11

I'm fairly certain I shouldn't commit certificates into source control. Even if the repository is private and only authenticated coworkers (for example) have access to it. That would allow for accidental exposure (thumb drives, leaked credentials, whatever).

But, how should I store and secure certificates? I don't suppose I should just plop them on the network file server, for some of the same reasons I wouldn't put them into source control, right?

Is there some kind of secure certificate store that I can run? Does the Java "keystore" do that generally or is it specific for like weblogic servers or something?

migrated from programmers.stackexchange.com Aug 19 '14 at 8:17

This question came from our site for professionals, academics, and students working within the systems development life cycle.

8

This answer applies to SSL or PGP type digital certificates, which bind an identity to a public key. It has been pointed out to me that the question as originally asked did not specify what kind of certificate, so my answer may not fit the question.

Digital certificates which bind an identity to a public key do not need special security because they contain only the public key. There is no reason not to store a copy in your source code control system.

The corresponding private key does need to be kept secure, but will need to be installed in the server(s) or email client(s) which are identified in the certificate. So, the private key is necessarily exposed to anyone who has administrative access to those machines. Also to anyone who has access to backup tapes, etc.

You absolutely do need a backup of the private key; if it is lost, as through a disk failure, you'll need to replace the certificate with the corresponding public key. I keep mine on an encrypted volume for which a very few people have the key. (More than one person needs to know that decryption key. People really do get into accidents, quit their jobs, etc.)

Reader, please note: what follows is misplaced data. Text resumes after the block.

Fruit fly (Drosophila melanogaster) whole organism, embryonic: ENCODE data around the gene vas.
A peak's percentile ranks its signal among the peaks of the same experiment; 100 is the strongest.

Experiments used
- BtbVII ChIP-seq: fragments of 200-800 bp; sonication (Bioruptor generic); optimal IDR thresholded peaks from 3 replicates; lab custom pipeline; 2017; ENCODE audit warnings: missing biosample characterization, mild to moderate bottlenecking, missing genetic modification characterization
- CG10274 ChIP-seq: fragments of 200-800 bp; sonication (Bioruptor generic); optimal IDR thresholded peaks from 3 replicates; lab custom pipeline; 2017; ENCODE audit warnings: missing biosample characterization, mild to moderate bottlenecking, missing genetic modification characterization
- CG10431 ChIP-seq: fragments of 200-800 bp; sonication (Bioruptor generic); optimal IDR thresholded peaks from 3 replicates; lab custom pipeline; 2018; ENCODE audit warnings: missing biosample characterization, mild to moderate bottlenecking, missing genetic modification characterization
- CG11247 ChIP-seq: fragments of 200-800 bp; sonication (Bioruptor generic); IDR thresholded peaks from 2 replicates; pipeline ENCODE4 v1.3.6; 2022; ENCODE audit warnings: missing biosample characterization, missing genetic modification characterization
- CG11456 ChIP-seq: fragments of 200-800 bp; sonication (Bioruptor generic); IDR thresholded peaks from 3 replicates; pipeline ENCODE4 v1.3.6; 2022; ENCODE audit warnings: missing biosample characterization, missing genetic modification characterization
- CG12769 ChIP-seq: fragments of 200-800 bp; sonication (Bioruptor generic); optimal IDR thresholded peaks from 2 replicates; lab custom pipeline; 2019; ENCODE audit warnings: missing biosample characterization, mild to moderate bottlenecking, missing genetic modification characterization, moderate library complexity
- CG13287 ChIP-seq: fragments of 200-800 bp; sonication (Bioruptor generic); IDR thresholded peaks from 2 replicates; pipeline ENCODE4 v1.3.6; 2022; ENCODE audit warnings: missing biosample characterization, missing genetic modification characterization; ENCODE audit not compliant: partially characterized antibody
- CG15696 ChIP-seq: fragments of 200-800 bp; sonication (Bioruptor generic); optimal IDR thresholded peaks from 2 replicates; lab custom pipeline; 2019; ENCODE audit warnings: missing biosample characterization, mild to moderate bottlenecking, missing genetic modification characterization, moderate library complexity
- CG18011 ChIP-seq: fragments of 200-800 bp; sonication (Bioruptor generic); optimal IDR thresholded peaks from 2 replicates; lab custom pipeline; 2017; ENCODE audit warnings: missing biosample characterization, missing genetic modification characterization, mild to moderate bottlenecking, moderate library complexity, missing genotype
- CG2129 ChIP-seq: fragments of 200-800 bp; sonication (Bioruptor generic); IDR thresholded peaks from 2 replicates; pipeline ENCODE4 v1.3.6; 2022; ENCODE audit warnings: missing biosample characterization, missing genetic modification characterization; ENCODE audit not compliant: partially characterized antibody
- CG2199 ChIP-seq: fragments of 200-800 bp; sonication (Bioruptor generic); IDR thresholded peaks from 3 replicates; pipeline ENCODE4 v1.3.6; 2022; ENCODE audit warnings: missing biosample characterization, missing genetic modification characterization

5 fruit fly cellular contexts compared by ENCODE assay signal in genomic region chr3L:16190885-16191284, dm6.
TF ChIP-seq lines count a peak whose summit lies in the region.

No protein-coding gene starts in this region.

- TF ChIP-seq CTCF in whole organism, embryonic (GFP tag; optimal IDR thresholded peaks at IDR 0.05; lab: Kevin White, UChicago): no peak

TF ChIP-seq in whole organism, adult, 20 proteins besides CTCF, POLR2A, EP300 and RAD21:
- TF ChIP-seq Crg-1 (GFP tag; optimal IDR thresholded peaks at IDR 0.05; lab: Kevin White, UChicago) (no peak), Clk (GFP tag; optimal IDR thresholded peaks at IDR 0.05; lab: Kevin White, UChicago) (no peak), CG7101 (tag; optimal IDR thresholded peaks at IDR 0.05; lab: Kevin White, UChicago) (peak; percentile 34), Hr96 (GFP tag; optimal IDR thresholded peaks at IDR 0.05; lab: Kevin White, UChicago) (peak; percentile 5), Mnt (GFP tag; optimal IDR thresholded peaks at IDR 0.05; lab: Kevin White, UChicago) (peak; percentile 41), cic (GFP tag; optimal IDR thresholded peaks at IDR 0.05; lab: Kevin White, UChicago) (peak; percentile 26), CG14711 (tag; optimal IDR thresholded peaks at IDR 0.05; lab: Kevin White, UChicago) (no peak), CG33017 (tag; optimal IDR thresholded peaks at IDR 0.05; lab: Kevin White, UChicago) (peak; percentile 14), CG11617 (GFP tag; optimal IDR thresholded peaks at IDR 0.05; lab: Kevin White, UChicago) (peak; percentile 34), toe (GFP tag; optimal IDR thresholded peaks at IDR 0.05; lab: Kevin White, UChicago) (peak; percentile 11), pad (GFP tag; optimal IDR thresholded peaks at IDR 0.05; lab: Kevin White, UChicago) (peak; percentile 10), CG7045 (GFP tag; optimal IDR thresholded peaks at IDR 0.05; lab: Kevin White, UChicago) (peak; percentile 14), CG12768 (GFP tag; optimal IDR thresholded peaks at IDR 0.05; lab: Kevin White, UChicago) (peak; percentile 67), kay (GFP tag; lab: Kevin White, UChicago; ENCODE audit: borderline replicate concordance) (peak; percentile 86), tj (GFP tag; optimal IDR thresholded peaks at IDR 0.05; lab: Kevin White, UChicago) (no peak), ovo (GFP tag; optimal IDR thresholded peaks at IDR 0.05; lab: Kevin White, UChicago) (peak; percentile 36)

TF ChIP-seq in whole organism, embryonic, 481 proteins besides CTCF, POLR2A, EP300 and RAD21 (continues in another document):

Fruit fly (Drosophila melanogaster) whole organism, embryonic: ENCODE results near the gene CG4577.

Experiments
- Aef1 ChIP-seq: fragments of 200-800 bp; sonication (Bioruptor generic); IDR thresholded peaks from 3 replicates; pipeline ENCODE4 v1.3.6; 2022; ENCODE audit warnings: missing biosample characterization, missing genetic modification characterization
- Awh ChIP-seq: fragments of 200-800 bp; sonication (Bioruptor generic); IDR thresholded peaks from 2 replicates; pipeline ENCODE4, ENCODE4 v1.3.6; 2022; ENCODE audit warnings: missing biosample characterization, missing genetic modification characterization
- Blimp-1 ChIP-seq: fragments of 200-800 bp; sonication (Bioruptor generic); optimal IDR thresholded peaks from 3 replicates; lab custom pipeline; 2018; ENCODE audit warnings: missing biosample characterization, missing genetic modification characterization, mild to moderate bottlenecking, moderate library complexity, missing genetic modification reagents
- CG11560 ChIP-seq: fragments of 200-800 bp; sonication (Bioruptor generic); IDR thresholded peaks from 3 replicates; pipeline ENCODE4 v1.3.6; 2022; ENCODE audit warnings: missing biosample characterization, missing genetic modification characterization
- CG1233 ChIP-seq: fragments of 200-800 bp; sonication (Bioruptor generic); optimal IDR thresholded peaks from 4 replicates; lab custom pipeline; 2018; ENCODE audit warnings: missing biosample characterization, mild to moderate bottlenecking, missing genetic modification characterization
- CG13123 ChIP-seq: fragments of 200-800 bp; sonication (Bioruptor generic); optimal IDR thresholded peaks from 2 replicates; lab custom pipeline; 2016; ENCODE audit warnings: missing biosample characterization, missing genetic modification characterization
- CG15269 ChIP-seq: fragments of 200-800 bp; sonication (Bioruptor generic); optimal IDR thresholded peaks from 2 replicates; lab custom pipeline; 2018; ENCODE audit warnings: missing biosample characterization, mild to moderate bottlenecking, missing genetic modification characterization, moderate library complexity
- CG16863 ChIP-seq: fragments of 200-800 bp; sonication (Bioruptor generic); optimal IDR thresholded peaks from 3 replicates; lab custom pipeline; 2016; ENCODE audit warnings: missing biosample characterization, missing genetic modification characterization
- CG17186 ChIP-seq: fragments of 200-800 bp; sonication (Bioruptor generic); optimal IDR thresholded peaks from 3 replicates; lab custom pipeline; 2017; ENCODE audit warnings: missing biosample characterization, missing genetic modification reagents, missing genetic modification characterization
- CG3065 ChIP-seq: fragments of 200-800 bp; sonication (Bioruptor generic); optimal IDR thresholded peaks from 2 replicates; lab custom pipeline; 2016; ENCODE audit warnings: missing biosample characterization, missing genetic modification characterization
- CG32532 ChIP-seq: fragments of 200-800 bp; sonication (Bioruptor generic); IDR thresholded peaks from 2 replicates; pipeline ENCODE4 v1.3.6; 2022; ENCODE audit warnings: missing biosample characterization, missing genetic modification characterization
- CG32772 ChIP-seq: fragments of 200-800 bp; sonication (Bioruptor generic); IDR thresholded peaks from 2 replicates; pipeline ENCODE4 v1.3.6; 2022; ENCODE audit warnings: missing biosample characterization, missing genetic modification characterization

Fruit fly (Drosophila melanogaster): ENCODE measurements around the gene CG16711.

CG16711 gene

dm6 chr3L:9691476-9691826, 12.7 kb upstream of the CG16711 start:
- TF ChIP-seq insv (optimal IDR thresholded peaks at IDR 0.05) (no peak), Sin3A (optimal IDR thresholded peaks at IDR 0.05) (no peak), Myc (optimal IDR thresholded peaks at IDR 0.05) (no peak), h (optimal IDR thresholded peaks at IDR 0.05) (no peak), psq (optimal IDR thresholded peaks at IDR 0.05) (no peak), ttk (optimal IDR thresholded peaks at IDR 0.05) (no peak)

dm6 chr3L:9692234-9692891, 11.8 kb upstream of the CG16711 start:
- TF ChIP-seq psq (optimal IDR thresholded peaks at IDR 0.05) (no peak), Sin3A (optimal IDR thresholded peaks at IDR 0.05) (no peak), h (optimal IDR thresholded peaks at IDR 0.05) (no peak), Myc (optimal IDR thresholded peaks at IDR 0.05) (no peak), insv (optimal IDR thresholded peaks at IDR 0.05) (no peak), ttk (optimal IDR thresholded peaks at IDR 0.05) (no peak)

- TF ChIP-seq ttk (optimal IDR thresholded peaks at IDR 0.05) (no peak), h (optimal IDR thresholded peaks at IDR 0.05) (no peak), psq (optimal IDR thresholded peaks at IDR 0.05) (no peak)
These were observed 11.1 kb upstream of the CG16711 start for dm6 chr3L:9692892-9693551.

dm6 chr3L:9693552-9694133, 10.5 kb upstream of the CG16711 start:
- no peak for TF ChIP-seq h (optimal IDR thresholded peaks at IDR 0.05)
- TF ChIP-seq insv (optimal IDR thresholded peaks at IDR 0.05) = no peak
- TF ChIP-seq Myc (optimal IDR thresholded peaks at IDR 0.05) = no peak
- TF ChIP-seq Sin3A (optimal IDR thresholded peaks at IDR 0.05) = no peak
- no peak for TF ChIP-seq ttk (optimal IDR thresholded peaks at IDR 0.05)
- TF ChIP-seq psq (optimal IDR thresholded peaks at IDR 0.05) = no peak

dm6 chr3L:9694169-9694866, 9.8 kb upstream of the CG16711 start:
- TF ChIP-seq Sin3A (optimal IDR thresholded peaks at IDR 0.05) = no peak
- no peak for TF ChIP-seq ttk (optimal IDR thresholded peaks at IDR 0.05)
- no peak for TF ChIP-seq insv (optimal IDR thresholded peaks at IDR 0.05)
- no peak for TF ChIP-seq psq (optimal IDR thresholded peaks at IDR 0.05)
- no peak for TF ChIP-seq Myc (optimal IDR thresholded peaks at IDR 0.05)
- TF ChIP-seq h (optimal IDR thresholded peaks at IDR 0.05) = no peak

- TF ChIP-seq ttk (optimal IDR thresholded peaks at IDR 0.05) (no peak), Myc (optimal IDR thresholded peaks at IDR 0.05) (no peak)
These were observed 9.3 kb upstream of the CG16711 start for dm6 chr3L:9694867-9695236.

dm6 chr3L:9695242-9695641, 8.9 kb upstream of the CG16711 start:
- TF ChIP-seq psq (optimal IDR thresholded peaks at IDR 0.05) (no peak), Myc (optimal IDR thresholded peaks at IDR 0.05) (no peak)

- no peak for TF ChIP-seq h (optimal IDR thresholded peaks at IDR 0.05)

• 2
    Good concise answer. Few points: OP didn't say key/cert are for SSL; code-signing doesn't identify server(s). For any Java program(s) not just Weblogic, a "JKS" format Java keystore is indeed usually the best place for the private-key (and cert/chain). (Java allows plugging-in different providers for many things including keystores, but most people use only the Oracle/Sun builtin providers.) For non-Java there may be options but PKCS#12 tools.ietf.org/html/rfc5208 aka PFX is the most portable. Both JKS and PKCS#12 are password-based encrypted. – dave_thompson_085 Aug 19 '14 at 20:26
  • Everything dave_thompson_085 said looks right to me. I assumed SSL, and we all know the derivation of ASSume. I apologize. Anthony Mastrean, could you please edit your question to specify what kind(s) of certificates we're talking about? – Bob Brown Aug 19 '14 at 20:36

Your Answer

By clicking “Post Your Answer”, you agree to our terms of service, privacy policy and cookie policy

Not the answer you're looking for? Browse other questions tagged or ask your own question.